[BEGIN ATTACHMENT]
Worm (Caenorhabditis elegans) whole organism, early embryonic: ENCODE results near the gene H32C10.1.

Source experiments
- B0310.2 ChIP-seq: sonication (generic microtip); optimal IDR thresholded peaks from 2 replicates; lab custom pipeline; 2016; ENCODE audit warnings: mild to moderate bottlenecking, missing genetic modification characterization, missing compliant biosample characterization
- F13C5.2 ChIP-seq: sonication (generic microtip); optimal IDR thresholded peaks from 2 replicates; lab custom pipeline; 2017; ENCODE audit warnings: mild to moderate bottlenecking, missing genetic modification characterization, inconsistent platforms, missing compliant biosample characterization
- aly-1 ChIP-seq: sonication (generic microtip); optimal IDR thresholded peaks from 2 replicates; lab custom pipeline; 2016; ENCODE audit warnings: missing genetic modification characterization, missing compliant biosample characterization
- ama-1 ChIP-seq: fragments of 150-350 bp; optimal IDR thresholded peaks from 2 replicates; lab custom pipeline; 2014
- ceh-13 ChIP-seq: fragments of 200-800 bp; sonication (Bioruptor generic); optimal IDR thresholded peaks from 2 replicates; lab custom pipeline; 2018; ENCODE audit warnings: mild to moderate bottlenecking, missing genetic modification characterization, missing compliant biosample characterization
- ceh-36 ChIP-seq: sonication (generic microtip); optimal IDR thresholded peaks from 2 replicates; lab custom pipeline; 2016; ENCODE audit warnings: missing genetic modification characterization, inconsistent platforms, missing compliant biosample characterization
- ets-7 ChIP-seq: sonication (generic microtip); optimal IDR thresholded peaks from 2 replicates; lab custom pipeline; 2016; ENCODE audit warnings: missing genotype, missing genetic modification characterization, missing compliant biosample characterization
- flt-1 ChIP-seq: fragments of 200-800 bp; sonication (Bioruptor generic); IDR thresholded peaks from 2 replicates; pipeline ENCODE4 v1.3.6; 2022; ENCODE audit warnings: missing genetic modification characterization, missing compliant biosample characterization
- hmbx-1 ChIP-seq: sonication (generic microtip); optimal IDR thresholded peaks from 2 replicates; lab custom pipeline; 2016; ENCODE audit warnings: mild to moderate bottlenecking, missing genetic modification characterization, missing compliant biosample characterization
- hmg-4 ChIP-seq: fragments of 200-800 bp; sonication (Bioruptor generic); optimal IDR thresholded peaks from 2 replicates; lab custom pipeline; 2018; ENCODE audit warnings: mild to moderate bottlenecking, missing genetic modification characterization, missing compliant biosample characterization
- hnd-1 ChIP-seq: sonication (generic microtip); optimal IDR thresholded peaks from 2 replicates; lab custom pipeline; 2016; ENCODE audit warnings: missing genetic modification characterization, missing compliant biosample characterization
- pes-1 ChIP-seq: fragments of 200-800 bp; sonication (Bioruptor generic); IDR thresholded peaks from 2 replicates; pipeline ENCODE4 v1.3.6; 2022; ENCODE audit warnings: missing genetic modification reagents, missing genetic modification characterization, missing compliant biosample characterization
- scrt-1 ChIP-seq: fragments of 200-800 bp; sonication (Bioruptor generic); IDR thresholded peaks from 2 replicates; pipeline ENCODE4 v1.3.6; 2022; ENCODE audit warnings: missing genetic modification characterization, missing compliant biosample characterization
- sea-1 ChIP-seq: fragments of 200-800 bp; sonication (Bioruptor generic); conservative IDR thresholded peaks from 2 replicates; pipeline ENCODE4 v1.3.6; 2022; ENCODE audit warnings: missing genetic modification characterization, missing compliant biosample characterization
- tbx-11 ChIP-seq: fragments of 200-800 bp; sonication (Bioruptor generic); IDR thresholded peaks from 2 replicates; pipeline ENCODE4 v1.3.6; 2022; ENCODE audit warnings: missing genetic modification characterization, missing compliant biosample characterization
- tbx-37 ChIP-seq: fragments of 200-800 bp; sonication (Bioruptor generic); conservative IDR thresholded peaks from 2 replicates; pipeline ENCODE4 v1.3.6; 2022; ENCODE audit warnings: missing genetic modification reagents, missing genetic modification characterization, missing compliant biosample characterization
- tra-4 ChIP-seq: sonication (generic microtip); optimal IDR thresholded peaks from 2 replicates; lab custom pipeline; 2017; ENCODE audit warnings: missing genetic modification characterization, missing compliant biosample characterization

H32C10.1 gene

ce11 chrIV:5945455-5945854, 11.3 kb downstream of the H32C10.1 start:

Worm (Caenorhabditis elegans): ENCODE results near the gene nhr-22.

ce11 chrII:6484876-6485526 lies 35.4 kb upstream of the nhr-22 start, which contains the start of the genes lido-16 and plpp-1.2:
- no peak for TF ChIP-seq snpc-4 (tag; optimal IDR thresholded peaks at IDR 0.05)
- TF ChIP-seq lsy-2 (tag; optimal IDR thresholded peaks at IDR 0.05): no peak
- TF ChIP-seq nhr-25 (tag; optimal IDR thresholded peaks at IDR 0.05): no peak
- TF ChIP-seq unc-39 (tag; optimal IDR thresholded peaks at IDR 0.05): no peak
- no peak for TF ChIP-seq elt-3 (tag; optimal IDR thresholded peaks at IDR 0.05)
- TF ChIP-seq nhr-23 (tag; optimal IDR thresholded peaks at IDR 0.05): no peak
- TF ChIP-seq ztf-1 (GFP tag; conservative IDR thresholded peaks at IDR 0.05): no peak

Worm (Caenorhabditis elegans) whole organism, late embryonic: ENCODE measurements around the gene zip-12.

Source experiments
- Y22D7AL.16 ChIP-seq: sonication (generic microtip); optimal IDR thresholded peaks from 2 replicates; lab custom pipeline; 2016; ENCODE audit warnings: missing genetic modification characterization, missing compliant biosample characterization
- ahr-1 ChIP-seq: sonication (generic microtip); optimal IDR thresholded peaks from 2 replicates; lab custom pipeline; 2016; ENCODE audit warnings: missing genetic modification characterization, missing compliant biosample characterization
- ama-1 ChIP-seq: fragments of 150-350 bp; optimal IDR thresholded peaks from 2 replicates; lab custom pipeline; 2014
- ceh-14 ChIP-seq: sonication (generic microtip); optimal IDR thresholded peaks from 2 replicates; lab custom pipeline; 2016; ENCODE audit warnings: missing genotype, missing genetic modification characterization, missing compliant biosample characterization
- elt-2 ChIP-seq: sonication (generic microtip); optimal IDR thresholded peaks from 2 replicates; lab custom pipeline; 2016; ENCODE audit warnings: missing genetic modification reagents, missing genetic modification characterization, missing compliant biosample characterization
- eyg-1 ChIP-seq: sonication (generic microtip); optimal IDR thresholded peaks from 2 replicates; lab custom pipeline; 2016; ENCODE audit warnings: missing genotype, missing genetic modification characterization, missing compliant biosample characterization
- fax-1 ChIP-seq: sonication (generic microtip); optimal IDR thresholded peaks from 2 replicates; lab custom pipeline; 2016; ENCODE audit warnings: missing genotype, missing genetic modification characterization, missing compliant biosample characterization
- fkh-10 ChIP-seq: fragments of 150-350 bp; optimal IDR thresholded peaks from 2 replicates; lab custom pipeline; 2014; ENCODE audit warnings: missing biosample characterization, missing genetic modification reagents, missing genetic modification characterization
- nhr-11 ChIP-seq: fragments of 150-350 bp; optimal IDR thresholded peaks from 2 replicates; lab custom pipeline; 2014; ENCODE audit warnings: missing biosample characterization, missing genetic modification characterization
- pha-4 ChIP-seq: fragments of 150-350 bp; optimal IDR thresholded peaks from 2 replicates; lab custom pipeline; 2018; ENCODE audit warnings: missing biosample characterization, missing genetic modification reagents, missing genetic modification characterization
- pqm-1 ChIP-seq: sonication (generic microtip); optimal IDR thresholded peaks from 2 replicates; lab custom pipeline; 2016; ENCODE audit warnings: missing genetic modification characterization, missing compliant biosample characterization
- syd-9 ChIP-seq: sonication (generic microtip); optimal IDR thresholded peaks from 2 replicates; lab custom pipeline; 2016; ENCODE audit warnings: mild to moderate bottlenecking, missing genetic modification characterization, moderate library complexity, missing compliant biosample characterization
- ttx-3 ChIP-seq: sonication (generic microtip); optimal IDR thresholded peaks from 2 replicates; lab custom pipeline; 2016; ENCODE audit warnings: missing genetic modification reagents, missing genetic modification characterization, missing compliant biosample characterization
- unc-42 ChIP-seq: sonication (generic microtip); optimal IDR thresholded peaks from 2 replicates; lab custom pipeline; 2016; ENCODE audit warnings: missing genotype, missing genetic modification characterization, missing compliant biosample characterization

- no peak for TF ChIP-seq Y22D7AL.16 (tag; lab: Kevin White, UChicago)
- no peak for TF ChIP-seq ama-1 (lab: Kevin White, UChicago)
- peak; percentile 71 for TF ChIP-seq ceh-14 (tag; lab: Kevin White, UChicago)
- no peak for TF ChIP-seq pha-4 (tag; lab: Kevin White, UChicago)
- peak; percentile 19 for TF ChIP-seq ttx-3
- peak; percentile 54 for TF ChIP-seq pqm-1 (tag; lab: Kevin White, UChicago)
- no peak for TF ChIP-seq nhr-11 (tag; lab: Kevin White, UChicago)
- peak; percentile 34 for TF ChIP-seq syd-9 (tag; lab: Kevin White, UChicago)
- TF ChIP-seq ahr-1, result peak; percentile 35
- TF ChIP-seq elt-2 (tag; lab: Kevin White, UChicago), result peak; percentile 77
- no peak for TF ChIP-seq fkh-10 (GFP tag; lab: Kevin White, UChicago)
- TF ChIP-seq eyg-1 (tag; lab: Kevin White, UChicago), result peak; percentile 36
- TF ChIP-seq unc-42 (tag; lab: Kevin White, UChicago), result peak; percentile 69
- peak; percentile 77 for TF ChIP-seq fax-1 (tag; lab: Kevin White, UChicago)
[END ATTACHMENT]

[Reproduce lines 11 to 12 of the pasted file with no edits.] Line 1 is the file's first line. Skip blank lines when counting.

- hmbx-1 ChIP-seq: sonication (generic microtip); optimal IDR thresholded peaks from 2 replicates; lab custom pipeline; 2016; ENCODE audit warnings: mild to moderate bottlenecking, missing genetic modification characterization, missing compliant biosample characterization
- hmg-4 ChIP-seq: fragments of 200-800 bp; sonication (Bioruptor generic); optimal IDR thresholded peaks from 2 replicates; lab custom pipeline; 2018; ENCODE audit warnings: mild to moderate bottlenecking, missing genetic modification characterization, missing compliant biosample characterization